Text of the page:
Asked about the Tories’ supposed “levelling up” agenda, she commented that due to Tory policies over more than 10 years, “many of our regions and nations that have felt left behind for so many years haven’t received the investment that they deserve and all they were offered really was a bit of a lottery to try and access the so-called ‘levelling up fund’ – where the government have the ability to pick winners.”

Long-Bailey argued that the Labour movement should instead be proposing “an industrial strategy… focusing government and private investment into areas that need it, to create jobs and better living standards for everybody.”

A “real levelling up agenda”, would mean both that “we’ve got to see the short-term support measures put in place to help people through the crippling cost-of-living crisis, but beyond that [also] looking at the causes of the crisis,” including “that over 40 years of privatisation has meant that many of our energy companies have been prioritising dividend extraction over investment in critical infrastructure.”

As the multiple crises facing the country worsen, more and more people have taken to the streets in resisting different elements of the Tories’ reactionary agenda and another central tenet of the Queen’s Speech was a further wave of restrictions on our right to protest. The Left needs to rise to the challenge of mounting massive resistance to these attacks.

In the words of Long Bailey this means that “we need to come together as a movement because what’s coming down the track is very, very worrying,” with people who are “going to be very angry “ having their ability to protest severely limited.

Furthermore, this planned legislation adds to “the measures that the government tried to put through in the last Parliament where what’s called a serious annoyance – or causing a serious annoyance – at a protest could give you be 10 years in prison.”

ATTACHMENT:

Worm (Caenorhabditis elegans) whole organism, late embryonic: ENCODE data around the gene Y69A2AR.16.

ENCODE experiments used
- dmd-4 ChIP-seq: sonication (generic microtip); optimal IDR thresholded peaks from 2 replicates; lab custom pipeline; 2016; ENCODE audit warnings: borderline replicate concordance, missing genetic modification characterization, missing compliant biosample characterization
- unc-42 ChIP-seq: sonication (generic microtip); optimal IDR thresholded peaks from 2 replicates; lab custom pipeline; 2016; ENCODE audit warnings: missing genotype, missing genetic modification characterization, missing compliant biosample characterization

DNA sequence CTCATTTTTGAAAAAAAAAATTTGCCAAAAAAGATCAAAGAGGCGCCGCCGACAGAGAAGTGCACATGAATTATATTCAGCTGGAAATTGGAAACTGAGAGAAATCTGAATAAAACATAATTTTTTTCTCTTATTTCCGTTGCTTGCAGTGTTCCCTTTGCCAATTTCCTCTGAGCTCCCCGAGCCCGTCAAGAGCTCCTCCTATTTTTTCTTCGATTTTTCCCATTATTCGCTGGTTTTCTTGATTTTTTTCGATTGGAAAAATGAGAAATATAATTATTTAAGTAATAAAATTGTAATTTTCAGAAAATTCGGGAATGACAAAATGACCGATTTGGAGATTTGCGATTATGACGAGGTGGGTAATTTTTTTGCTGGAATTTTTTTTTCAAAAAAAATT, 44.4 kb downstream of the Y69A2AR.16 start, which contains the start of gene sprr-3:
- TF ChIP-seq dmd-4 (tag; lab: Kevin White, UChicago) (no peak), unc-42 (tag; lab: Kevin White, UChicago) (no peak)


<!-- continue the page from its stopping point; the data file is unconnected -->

Such measures were “absolutely staggering… but what’s coming down the tracks is even more Orwellian… and of course you’ve got the Brexit Freedoms Bill [that] many people will fear is going to be a bumper selection box of back door attempts to cut regulation and water down workers’ rights, so that our ability to organise is restricted even more.”

Reading between the lines, it is clear this so-called Brexit Freedoms Bill means the Tories are “going to water-down workers’ rights, environmental standards, health and safety” and more.

In terms of a way forward for our movement, Rebecca Long Bailey is clear that we mustn’t abandon the transformative agenda of recent General Election manifestos and that we need to “keep the conversation going on the economic origins of this cost-of-living crisis because it hasn’t happened by accident and we actually have the policy ideas within our movement to address this crisis, and make sure that it doesn’t happen again.”

To conclude, this means “we’ve got to be bold” and offer those long-term, socialist solutions.

Rebecca Long-Bailey giving her Shadow Chief Secretary to the Treasury speech at the 2016 Labour Party Conference in Liverpool. Photo credit: Rwendland/Wikicommons